Howard S. Hochster, MD, provides insight into TAS-102 (trifluridine/tipiracil; Lonsurf) and highlights other important research being conducted in the colorectal cancer space.
Howard S. Hochster, MD
Results from a pooled safety analysis of phase III trials of TAS-102 (trifluridine/tipiracil; Lonsurf) show that the agent can be used in patients with colorectal cancer (CRC) and gastric/gastroesophageal junction (GEJ) cancer alike with similar rates of efficacy and toxicity.
“[This means] that [providers] who have used it for CRC can use it in treating gastric cancer with very similar results and toxicity management strategies,” said Howard S. Hochster, MD. “We don't need to be concerned about other problems in treating patients with gastric cancer compared with patients with CRC.”
In 2015, the FDA approved TAS-102 for the treatment of patients with metastatic CRC who have received fluoropyrimidine-, oxaliplatin-, and irinotecan-based chemotherapy, an anti-VEGF biologic product, and an anti-EGFR monoclonal agent, if RAS wild-type, based on data from the phase III RECOURSE trial.
The drug was later evaluated in pretreated patients with gastric/GEJ cancer in the phase III TAGS trial, which showed that treatment with the agent led to a significant improvement in overall survival (OS) compared with placebo. Data from the trial resulted in the February 2019 approval of the agent for use in adult patients with metastatic gastric/GEJ adenocarcinoma previously treated with ≥2 prior lines of chemotherapy that included a fluoropyrimidine, a platinum, either a taxane or irinotecan, and if appropriate, HER2/neu-targeted therapy.
In the pooled safety analysis, investigators evaluated the safety data of TAS-102 collected from both the RECOURSE and TAGS trials. In RECOURSE, 533 patients received TAS-102, while 265 patients received placebo. In TAGS, TAS-102 and placebo were given to 335 and 168 patients, respectively. Baseline characteristics were well balanced across treatment groups. In the pooled population, the majority (66%) of patients were men and 75% had been treated with ≥3 prior systemic therapies.
Results presented at the 2019 ASCO Annual Meeting showed that the safety profile of TAS-102 proved comparable between trials, with the most common any-cause grade ≥3 adverse events (AE) associated with the drug being neutropenia (34% in TAGs vs 35% in RECOURSE), anemia (19% vs 17%), and leukopenia (9% vs 13%).
Notably, grade ≥3 febrile neutropenia was observed in 2% and 4% of patients enrolled in TAGS and RECOURSE, respectively, and grade ≥3 gastrointestinal AEs occurred in 21% and 12% of patients, respectively. Furthermore, grade ≥3 cardiac-associated AEs were observed in 1% of patients treated with TAS-102 in both trials, which differs from results obtained with other third-line drugs. All AEs were manageable with either dosing delays or dose reductions.
In an interview with OncLive, Hochster, associate director for clinical research, Rutgers Cancer Institute of New Jersey, provided further insight into TAS-102 and highlighted other important research being conducted in the CRC space.
OncLive: Could you discuss the pooled safety analysis from phase III trials of TAS-102 in those with metastatic CRC and metastatic gastric/GEJ cancer?
Hochster: These data, which [were] presented in a poster [at the 2019 ASCO Annual Meeting], relate to the use of the drug TAS-102, or trifluridine/tipiracil, which is now [FDA] approved for both CRC and gastric cancer based on phase III trials where the drug was given in a late-line setting compared with placebo.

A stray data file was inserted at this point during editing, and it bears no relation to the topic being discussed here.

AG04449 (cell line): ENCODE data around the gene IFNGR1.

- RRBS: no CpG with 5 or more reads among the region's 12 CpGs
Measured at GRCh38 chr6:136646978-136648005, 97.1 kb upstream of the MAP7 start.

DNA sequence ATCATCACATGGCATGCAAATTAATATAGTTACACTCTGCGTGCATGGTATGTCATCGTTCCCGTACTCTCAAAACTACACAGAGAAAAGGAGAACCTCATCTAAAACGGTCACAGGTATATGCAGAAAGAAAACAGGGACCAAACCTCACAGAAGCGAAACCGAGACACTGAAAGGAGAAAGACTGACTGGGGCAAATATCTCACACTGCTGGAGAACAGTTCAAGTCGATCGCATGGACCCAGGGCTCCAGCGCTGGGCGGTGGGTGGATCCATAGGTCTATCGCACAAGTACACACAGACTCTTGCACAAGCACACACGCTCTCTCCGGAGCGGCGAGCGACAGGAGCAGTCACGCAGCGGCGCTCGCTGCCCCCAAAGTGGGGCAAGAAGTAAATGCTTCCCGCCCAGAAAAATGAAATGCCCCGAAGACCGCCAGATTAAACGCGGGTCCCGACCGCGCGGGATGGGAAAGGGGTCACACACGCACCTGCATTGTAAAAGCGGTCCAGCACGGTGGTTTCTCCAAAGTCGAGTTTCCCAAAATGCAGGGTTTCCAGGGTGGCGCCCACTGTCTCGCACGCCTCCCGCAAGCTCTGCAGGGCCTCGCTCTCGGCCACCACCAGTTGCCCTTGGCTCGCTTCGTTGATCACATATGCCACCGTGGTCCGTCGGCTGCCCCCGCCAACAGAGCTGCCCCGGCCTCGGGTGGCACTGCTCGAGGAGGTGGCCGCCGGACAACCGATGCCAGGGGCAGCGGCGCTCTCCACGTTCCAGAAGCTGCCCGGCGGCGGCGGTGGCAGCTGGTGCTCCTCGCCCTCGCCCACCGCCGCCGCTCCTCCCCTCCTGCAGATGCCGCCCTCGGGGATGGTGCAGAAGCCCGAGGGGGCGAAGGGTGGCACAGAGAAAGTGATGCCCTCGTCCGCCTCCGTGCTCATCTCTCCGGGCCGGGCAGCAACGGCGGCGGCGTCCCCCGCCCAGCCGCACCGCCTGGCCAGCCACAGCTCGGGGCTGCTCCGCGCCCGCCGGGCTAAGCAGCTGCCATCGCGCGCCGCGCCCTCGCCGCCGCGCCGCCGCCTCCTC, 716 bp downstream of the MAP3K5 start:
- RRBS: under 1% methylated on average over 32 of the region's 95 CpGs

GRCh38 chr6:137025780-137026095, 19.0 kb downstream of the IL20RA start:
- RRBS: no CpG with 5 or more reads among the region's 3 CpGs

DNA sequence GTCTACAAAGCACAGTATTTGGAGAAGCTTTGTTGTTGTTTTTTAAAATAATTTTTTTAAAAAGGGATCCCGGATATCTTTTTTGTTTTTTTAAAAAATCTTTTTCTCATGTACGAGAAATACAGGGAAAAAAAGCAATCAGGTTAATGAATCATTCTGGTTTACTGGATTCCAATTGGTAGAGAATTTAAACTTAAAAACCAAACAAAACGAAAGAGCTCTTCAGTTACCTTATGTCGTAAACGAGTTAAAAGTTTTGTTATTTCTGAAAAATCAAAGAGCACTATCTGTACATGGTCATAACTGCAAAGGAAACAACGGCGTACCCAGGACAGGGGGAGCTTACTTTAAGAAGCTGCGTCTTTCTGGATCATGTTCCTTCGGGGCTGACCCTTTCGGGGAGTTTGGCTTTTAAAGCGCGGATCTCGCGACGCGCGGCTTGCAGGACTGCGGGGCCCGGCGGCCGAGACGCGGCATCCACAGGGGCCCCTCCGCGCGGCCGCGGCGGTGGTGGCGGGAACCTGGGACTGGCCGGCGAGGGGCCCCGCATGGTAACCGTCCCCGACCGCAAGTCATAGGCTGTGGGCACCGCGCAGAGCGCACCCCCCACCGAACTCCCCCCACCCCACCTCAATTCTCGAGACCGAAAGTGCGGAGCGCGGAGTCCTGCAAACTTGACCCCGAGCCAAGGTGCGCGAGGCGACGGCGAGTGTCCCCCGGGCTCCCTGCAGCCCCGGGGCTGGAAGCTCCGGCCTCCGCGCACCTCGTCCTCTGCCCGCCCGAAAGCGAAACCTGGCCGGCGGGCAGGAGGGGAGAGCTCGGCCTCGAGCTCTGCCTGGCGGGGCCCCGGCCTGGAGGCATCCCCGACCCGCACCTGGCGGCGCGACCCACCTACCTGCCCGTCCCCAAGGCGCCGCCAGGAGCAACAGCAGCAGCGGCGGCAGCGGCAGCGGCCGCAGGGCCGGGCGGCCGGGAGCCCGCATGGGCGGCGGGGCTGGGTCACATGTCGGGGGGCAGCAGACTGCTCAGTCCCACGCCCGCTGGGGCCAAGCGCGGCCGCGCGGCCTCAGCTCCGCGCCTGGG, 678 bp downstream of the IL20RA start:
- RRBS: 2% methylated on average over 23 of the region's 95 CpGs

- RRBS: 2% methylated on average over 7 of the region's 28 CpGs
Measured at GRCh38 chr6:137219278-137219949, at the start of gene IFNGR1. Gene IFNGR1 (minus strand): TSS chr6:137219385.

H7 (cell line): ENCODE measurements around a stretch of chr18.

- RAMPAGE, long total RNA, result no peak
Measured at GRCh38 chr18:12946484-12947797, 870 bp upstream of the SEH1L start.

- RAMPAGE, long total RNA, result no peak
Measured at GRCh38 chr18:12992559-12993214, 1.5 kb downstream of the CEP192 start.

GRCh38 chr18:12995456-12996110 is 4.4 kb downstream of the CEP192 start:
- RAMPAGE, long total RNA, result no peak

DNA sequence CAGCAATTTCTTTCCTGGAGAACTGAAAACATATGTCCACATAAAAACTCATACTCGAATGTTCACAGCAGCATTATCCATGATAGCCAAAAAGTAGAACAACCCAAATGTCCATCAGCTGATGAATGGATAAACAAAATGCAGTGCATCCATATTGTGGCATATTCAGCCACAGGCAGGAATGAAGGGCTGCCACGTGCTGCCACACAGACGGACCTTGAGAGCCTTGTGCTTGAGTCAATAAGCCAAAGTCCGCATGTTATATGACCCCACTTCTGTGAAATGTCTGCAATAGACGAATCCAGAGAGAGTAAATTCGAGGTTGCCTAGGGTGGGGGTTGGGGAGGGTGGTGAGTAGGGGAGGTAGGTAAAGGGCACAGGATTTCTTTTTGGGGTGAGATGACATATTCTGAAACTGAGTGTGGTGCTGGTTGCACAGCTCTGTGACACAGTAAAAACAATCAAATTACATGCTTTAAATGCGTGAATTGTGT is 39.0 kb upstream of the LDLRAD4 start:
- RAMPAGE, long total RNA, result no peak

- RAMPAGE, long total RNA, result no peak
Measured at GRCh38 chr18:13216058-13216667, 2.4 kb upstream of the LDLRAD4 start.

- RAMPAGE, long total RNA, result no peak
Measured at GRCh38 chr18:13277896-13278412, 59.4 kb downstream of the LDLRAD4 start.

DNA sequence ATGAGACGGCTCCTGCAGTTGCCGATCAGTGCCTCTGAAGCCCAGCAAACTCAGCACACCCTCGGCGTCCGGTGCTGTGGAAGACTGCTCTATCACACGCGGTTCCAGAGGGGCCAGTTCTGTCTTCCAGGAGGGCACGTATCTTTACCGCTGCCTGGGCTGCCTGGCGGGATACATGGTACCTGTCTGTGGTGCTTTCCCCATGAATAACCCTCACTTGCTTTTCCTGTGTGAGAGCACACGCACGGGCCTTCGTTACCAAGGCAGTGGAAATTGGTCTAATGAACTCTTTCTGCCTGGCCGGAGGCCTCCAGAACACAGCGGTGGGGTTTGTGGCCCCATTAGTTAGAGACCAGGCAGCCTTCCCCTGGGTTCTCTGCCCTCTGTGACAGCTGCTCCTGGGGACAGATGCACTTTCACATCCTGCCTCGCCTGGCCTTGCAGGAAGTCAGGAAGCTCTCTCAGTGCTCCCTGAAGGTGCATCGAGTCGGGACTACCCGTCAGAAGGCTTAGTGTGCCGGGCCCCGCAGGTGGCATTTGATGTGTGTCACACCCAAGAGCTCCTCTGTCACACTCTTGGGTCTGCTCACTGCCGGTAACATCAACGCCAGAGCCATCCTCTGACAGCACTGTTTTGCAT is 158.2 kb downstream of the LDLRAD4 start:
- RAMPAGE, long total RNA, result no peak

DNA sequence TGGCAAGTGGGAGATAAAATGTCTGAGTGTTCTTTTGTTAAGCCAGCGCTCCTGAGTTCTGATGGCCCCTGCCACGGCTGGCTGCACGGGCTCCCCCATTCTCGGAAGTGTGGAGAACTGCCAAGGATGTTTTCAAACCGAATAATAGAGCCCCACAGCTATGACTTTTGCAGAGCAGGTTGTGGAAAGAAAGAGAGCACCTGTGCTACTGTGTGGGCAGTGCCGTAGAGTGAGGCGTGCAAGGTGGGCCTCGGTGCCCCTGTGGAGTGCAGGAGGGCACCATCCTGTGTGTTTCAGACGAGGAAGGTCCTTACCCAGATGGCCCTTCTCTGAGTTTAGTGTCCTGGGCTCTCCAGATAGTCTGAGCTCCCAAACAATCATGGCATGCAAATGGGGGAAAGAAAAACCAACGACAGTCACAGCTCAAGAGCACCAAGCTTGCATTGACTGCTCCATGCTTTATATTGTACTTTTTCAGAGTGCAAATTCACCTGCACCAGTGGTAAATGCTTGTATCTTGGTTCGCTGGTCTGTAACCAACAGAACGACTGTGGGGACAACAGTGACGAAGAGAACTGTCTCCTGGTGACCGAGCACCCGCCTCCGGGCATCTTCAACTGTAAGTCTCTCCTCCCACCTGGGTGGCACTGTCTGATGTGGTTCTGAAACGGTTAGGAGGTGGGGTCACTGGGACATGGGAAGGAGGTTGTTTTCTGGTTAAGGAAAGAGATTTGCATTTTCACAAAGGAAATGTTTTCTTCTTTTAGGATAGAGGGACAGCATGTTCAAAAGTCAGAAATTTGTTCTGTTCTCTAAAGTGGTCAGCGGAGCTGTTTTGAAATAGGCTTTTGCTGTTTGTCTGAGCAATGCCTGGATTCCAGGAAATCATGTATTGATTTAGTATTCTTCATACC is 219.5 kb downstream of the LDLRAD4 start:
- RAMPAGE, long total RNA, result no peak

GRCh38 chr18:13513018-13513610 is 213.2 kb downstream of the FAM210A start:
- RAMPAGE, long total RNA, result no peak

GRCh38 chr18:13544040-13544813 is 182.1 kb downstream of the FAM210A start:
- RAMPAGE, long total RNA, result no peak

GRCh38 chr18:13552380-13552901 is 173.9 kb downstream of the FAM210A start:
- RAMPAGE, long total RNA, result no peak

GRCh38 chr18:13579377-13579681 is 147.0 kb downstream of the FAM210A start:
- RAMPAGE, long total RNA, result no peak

In both cases, TAS-102 led to a survival advantage for patients who had been previously treated with 1 or 2 regimens for gastric and all standard chemotherapy drugs for CRC. In this analysis, we pooled the safety data from both studies and showed that it was pretty consistent. Patients mainly have neutropenia, but it's not very deep neutropenia; it's more like the delays in treatment at week 4 with grade 2/3 neutropenia, which is rarely complicated. Therefore, there were low levels of febrile neutropenia and very little other toxicity.
Are there other unanswered questions that remain with this therapy in either patient population?
Trifluridine is a very interesting drug; it's trifluoropyridine, which is a nucleoside analog, and it was synthesized by Charles Heidelberger, who also made fluorouracil (5-FU). It was originally synthesized in 1962, but the drug has a very short half-life, so it wasn't really clinically useful until chemists at Taiho Oncology put it together with an inhibitor of metabolism of that nucleoside [to make it] last longer.
[Then, it] became an oral pill that you could give twice a day. It's kind of an old chemotherapy-type drug but it's active when 5-FU is no longer working, and when cells are resistant to 5-FU. Also, in CRC, we see that it has activity in patients who are heavily pretreated with 5-FU. Therefore, I believe there is a [rationale to] bring it into earlier treatment lines for both gastric and CRC and see how we can use it instead of 5-FU in some earlier regimens to hopefully prolong the survival.
Van Cutsem E, Hochster HS, Shitara K, et al. Pooled safety analysis from phase 3 studies of trifluridine/tipiracil (FTD/TPI) in patients (pts) with metastatic gastric/gastroesophageal junction cancer (mGC/mGEJC) and metastatic colorectal cancer (mCRC). J Clin Oncol. 2019;37(suppl 15, abstr 4039). doi: 10.1200/JCO.2019.37.15_suppl.4039.